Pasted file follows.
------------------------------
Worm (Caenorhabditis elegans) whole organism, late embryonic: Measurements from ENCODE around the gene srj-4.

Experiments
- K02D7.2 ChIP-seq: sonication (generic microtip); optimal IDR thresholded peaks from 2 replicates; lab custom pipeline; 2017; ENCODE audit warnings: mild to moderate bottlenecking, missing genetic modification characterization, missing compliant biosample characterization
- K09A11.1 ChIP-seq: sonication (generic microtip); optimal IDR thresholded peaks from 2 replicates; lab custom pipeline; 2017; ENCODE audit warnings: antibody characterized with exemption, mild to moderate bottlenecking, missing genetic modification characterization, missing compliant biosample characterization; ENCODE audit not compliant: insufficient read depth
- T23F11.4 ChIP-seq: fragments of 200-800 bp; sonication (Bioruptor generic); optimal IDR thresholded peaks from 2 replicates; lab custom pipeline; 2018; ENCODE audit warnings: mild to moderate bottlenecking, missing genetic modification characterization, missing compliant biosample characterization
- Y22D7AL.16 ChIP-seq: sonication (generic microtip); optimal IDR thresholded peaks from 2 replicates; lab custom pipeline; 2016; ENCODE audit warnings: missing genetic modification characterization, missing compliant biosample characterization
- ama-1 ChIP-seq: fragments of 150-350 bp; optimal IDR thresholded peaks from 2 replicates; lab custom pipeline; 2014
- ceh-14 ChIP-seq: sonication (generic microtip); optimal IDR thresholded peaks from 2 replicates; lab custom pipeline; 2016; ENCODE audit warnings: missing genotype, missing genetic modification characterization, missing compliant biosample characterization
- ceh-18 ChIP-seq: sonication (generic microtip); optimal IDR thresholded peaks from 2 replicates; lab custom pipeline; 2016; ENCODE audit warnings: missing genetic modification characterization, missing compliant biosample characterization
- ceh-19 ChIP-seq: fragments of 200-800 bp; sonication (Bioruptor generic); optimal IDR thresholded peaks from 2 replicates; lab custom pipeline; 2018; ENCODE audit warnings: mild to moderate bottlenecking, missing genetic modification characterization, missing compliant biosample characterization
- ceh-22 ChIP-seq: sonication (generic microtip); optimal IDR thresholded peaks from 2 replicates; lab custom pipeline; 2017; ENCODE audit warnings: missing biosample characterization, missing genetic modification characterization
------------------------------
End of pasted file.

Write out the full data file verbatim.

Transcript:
Worm (Caenorhabditis elegans) whole organism, late embryonic: Measurements from ENCODE around the gene srj-4.

Experiments
- K02D7.2 ChIP-seq: sonication (generic microtip); optimal IDR thresholded peaks from 2 replicates; lab custom pipeline; 2017; ENCODE audit warnings: mild to moderate bottlenecking, missing genetic modification characterization, missing compliant biosample characterization
- K09A11.1 ChIP-seq: sonication (generic microtip); optimal IDR thresholded peaks from 2 replicates; lab custom pipeline; 2017; ENCODE audit warnings: antibody characterized with exemption, mild to moderate bottlenecking, missing genetic modification characterization, missing compliant biosample characterization; ENCODE audit not compliant: insufficient read depth
- T23F11.4 ChIP-seq: fragments of 200-800 bp; sonication (Bioruptor generic); optimal IDR thresholded peaks from 2 replicates; lab custom pipeline; 2018; ENCODE audit warnings: mild to moderate bottlenecking, missing genetic modification characterization, missing compliant biosample characterization
- Y22D7AL.16 ChIP-seq: sonication (generic microtip); optimal IDR thresholded peaks from 2 replicates; lab custom pipeline; 2016; ENCODE audit warnings: missing genetic modification characterization, missing compliant biosample characterization
- ama-1 ChIP-seq: fragments of 150-350 bp; optimal IDR thresholded peaks from 2 replicates; lab custom pipeline; 2014
- ceh-14 ChIP-seq: sonication (generic microtip); optimal IDR thresholded peaks from 2 replicates; lab custom pipeline; 2016; ENCODE audit warnings: missing genotype, missing genetic modification characterization, missing compliant biosample characterization
- ceh-18 ChIP-seq: sonication (generic microtip); optimal IDR thresholded peaks from 2 replicates; lab custom pipeline; 2016; ENCODE audit warnings: missing genetic modification characterization, missing compliant biosample characterization
- ceh-19 ChIP-seq: fragments of 200-800 bp; sonication (Bioruptor generic); optimal IDR thresholded peaks from 2 replicates; lab custom pipeline; 2018; ENCODE audit warnings: mild to moderate bottlenecking, missing genetic modification characterization, missing compliant biosample characterization
- ceh-22 ChIP-seq: sonication (generic microtip); optimal IDR thresholded peaks from 2 replicates; lab custom pipeline; 2017; ENCODE audit warnings: missing biosample characterization, missing genetic modification characterization